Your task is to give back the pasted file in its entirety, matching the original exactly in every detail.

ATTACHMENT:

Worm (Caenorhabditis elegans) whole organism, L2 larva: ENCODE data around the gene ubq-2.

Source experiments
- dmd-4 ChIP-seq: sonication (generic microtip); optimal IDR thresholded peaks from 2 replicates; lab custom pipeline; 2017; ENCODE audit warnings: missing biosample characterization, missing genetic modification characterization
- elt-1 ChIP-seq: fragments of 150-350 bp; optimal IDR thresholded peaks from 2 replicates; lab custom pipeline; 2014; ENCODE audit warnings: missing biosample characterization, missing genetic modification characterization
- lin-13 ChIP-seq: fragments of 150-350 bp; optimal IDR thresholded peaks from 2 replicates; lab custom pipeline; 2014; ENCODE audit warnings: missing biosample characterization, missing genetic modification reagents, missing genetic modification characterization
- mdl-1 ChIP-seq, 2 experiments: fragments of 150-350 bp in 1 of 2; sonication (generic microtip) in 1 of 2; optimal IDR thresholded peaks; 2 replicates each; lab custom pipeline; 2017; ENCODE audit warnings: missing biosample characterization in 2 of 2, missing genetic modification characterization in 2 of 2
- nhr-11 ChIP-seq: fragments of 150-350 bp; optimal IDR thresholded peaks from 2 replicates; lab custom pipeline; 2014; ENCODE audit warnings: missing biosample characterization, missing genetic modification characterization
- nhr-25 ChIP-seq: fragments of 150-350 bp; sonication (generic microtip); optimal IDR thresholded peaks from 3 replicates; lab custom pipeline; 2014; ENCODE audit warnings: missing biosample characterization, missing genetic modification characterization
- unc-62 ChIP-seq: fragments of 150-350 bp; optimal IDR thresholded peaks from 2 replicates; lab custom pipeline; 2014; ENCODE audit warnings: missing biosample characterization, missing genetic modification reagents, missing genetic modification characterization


Worm (Caenorhabditis elegans) whole organism, L2 larva: ENCODE data around the gene ubq-2.

Source experiments
- dmd-4 ChIP-seq: sonication (generic microtip); optimal IDR thresholded peaks from 2 replicates; lab custom pipeline; 2017; ENCODE audit warnings: missing biosample characterization, missing genetic modification characterization
- elt-1 ChIP-seq: fragments of 150-350 bp; optimal IDR thresholded peaks from 2 replicates; lab custom pipeline; 2014; ENCODE audit warnings: missing biosample characterization, missing genetic modification characterization
- lin-13 ChIP-seq: fragments of 150-350 bp; optimal IDR thresholded peaks from 2 replicates; lab custom pipeline; 2014; ENCODE audit warnings: missing biosample characterization, missing genetic modification reagents, missing genetic modification characterization
- mdl-1 ChIP-seq, 2 experiments: fragments of 150-350 bp in 1 of 2; sonication (generic microtip) in 1 of 2; optimal IDR thresholded peaks; 2 replicates each; lab custom pipeline; 2017; ENCODE audit warnings: missing biosample characterization in 2 of 2, missing genetic modification characterization in 2 of 2
- nhr-11 ChIP-seq: fragments of 150-350 bp; optimal IDR thresholded peaks from 2 replicates; lab custom pipeline; 2014; ENCODE audit warnings: missing biosample characterization, missing genetic modification characterization
- nhr-25 ChIP-seq: fragments of 150-350 bp; sonication (generic microtip); optimal IDR thresholded peaks from 3 replicates; lab custom pipeline; 2014; ENCODE audit warnings: missing biosample characterization, missing genetic modification characterization
- unc-62 ChIP-seq: fragments of 150-350 bp; optimal IDR thresholded peaks from 2 replicates; lab custom pipeline; 2014; ENCODE audit warnings: missing biosample characterization, missing genetic modification reagents, missing genetic modification characterization